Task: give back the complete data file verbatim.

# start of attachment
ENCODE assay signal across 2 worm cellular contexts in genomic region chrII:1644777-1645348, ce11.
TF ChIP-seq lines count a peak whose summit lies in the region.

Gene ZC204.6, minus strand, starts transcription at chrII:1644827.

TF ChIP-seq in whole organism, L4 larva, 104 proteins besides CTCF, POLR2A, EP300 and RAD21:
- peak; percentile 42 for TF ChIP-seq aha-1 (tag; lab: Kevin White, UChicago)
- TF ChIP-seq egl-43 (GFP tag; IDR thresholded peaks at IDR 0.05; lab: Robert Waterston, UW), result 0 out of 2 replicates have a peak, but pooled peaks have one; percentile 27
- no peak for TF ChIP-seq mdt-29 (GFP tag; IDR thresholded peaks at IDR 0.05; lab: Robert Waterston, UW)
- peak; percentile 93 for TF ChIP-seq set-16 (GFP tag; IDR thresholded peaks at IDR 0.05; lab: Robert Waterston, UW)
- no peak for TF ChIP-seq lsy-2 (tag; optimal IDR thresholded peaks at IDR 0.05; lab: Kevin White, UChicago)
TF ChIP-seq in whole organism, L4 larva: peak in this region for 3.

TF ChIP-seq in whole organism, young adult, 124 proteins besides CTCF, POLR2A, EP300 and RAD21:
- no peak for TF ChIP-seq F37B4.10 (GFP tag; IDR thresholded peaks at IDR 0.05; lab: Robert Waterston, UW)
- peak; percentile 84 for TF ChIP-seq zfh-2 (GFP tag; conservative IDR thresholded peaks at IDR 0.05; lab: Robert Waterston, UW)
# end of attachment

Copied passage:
ENCODE assay signal across 2 worm cellular contexts in genomic region chrII:1644777-1645348, ce11.
TF ChIP-seq lines count a peak whose summit lies in the region.

Gene ZC204.6, minus strand, starts transcription at chrII:1644827.

TF ChIP-seq in whole organism, L4 larva, 104 proteins besides CTCF, POLR2A, EP300 and RAD21:
- peak; percentile 42 for TF ChIP-seq aha-1 (tag; lab: Kevin White, UChicago)
- TF ChIP-seq egl-43 (GFP tag; IDR thresholded peaks at IDR 0.05; lab: Robert Waterston, UW), result 0 out of 2 replicates have a peak, but pooled peaks have one; percentile 27
- no peak for TF ChIP-seq mdt-29 (GFP tag; IDR thresholded peaks at IDR 0.05; lab: Robert Waterston, UW)
- peak; percentile 93 for TF ChIP-seq set-16 (GFP tag; IDR thresholded peaks at IDR 0.05; lab: Robert Waterston, UW)
- no peak for TF ChIP-seq lsy-2 (tag; optimal IDR thresholded peaks at IDR 0.05; lab: Kevin White, UChicago)
TF ChIP-seq in whole organism, L4 larva: peak in this region for 3.

TF ChIP-seq in whole organism, young adult, 124 proteins besides CTCF, POLR2A, EP300 and RAD21:
- no peak for TF ChIP-seq F37B4.10 (GFP tag; IDR thresholded peaks at IDR 0.05; lab: Robert Waterston, UW)
- peak; percentile 84 for TF ChIP-seq zfh-2 (GFP tag; conservative IDR thresholded peaks at IDR 0.05; lab: Robert Waterston, UW)